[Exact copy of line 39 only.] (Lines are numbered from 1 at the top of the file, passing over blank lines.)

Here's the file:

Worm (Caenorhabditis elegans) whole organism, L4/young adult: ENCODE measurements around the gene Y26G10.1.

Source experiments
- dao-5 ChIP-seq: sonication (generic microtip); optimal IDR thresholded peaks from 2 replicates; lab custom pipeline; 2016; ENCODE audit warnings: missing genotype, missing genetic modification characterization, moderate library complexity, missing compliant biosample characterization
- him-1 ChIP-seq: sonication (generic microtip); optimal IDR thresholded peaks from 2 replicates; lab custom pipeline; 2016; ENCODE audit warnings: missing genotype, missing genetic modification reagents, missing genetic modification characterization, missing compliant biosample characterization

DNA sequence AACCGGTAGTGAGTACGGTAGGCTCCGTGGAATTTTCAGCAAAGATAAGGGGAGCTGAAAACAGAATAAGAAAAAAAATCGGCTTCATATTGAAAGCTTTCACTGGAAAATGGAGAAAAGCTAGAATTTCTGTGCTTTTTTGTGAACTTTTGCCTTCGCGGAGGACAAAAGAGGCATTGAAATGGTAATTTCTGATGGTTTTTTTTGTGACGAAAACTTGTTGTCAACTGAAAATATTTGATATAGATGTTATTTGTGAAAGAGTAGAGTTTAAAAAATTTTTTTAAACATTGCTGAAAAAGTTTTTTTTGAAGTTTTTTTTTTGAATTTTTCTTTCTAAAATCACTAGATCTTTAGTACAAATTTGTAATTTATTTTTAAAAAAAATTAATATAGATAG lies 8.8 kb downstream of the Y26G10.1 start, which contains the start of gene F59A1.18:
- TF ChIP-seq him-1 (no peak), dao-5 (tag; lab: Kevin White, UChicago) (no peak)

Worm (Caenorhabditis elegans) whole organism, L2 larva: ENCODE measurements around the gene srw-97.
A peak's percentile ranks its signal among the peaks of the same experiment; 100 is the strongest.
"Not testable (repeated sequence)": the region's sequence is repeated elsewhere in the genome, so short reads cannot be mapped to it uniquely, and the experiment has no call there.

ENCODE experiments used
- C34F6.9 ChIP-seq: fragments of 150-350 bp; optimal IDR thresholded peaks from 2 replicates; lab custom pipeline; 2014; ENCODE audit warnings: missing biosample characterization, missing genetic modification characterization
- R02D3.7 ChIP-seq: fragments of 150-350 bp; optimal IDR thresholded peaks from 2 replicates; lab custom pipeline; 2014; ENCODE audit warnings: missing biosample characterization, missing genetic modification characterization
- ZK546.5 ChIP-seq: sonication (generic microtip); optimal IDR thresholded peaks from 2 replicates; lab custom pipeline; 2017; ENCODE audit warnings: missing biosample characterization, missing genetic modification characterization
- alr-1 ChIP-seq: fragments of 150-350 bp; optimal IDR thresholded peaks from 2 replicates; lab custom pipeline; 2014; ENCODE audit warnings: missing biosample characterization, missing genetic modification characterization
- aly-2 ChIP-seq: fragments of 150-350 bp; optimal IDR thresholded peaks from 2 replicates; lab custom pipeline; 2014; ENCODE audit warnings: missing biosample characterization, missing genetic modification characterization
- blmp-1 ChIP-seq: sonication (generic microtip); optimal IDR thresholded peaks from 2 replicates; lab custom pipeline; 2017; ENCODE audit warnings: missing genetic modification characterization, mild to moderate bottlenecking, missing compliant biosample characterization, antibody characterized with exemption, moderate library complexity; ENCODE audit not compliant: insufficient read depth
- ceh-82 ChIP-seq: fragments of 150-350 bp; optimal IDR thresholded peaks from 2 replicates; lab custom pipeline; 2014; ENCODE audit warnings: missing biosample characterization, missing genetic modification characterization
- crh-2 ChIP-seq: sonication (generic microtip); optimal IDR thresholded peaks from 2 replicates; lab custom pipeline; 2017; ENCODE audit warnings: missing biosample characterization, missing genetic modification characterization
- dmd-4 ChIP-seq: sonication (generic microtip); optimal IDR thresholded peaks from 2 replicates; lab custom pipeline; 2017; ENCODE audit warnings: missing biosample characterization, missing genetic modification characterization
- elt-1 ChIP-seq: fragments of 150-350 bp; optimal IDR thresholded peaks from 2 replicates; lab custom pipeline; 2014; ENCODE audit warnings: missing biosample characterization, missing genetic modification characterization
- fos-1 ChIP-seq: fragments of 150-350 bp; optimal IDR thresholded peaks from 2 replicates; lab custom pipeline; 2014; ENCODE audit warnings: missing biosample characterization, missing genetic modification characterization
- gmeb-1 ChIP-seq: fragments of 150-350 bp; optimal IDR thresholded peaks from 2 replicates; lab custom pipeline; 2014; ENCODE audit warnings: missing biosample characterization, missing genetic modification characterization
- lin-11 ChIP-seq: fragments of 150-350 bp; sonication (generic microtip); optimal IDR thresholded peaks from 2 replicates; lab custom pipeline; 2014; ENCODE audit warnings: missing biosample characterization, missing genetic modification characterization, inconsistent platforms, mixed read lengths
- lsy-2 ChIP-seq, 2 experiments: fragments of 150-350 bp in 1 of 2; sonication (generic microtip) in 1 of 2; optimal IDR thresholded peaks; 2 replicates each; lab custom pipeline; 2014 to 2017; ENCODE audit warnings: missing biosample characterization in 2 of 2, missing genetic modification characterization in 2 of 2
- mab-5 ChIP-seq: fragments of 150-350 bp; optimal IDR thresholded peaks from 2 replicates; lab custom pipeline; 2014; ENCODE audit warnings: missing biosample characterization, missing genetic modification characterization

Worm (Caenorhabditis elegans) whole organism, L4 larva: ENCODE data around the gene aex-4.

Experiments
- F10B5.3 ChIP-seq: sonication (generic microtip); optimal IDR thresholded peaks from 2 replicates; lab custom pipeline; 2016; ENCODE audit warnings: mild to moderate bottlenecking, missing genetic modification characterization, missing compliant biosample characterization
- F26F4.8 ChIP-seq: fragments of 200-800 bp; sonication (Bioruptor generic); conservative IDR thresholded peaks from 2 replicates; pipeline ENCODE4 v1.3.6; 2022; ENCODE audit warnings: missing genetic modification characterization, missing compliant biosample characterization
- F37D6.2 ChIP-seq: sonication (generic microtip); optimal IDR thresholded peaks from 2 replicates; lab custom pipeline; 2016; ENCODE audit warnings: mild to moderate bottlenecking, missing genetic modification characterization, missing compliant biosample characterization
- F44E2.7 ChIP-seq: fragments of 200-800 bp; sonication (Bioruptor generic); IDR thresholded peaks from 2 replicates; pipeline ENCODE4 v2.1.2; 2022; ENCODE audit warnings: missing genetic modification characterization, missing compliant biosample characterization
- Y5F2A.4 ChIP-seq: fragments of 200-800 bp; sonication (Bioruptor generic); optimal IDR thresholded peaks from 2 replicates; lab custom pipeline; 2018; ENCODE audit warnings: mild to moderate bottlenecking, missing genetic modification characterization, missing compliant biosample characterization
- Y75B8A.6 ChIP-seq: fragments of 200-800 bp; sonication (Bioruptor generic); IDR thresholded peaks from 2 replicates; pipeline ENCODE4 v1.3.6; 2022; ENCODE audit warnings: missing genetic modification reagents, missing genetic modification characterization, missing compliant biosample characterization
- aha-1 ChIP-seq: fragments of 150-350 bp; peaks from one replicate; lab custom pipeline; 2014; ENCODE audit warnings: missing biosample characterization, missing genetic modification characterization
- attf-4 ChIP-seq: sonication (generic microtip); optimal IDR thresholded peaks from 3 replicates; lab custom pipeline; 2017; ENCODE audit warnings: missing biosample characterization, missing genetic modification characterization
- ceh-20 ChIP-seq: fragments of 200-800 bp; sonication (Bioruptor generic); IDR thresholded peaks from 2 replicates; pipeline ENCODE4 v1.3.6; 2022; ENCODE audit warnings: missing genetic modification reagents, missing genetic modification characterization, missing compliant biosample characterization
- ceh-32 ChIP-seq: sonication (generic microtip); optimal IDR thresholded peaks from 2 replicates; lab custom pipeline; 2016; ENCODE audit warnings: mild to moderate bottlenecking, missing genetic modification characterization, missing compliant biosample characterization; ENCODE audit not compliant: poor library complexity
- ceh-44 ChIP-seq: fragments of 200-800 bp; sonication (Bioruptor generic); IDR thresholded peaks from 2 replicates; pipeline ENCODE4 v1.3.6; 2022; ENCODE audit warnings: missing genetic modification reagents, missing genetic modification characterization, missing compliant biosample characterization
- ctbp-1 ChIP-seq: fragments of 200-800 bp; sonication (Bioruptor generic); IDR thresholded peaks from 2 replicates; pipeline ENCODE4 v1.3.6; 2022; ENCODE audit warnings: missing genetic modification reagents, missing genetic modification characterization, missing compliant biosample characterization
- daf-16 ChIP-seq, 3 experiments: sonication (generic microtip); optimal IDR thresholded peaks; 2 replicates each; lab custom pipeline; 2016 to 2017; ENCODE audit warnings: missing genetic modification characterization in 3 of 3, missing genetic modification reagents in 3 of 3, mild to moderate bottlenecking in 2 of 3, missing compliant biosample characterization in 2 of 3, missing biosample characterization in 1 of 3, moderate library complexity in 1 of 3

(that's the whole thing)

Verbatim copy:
- ctbp-1 ChIP-seq: fragments of 200-800 bp; sonication (Bioruptor generic); IDR thresholded peaks from 2 replicates; pipeline ENCODE4 v1.3.6; 2022; ENCODE audit warnings: missing genetic modification reagents, missing genetic modification characterization, missing compliant biosample characterization